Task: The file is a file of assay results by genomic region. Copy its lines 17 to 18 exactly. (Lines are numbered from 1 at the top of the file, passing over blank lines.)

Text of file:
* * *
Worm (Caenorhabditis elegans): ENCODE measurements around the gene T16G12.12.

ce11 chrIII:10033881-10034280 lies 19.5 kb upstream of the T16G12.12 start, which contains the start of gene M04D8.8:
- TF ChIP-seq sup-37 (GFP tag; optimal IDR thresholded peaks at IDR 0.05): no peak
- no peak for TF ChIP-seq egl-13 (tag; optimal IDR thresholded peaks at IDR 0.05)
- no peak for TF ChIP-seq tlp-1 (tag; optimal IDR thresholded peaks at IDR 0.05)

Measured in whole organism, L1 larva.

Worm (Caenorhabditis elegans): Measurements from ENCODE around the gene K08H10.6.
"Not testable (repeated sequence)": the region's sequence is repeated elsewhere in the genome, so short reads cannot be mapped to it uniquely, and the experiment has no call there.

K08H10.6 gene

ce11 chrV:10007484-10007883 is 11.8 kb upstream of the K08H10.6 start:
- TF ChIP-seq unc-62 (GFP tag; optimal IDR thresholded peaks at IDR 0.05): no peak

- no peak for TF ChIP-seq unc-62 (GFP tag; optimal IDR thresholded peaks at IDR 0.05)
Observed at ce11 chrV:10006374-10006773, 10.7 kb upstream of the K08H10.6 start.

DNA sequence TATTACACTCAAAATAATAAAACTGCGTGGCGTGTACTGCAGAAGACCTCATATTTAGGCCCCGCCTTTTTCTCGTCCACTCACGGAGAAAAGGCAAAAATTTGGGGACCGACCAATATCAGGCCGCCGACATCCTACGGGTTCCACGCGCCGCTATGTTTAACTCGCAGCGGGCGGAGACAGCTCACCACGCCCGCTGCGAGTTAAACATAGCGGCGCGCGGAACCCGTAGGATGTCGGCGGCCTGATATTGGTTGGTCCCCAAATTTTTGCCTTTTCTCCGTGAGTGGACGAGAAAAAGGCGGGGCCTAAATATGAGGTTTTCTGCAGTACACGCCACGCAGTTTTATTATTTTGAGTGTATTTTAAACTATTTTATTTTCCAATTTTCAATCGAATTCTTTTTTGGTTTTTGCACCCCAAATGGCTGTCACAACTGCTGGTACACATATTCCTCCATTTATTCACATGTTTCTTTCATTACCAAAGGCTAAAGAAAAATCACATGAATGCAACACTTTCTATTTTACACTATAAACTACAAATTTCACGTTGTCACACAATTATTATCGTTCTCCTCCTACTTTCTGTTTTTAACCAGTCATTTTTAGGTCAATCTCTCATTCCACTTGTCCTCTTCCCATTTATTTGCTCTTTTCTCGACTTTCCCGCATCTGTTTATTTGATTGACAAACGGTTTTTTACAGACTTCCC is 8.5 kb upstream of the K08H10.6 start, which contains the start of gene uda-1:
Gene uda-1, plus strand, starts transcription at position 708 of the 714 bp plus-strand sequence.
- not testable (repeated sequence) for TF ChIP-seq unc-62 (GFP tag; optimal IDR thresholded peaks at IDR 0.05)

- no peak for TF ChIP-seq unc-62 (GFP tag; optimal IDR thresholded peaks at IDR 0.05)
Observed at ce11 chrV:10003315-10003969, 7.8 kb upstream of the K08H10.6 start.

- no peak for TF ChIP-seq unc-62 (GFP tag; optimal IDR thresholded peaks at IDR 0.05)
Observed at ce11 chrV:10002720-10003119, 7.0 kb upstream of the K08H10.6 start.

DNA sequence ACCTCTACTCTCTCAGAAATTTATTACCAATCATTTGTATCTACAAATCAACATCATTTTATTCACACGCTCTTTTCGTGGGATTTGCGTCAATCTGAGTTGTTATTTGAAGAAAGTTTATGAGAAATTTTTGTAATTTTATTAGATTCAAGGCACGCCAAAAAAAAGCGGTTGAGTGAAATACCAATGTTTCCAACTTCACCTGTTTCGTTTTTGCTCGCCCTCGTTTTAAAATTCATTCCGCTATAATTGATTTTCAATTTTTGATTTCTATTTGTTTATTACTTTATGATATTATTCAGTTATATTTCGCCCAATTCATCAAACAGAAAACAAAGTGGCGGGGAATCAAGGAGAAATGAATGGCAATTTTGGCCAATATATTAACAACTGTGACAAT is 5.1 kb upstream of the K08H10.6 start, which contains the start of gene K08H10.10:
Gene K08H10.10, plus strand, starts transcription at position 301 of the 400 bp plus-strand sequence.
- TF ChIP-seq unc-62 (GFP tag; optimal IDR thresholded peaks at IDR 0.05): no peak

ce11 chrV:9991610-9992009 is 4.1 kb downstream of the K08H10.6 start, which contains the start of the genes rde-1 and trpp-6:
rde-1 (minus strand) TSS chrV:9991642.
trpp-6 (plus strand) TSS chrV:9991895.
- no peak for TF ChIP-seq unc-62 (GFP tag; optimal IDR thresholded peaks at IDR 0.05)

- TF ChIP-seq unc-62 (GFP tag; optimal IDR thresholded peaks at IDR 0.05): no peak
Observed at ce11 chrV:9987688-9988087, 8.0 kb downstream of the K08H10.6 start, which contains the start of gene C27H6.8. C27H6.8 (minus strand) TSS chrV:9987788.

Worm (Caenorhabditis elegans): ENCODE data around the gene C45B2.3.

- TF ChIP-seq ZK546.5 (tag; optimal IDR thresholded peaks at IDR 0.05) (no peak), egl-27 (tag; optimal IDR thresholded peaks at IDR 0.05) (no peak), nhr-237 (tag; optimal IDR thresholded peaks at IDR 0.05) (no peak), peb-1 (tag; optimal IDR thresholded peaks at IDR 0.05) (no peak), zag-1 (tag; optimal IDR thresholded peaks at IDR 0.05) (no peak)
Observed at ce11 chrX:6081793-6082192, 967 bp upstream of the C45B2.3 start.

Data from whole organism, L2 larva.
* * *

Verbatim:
- no peak for TF ChIP-seq unc-62 (GFP tag; optimal IDR thresholded peaks at IDR 0.05)
Observed at ce11 chrV:10003315-10003969, 7.8 kb upstream of the K08H10.6 start.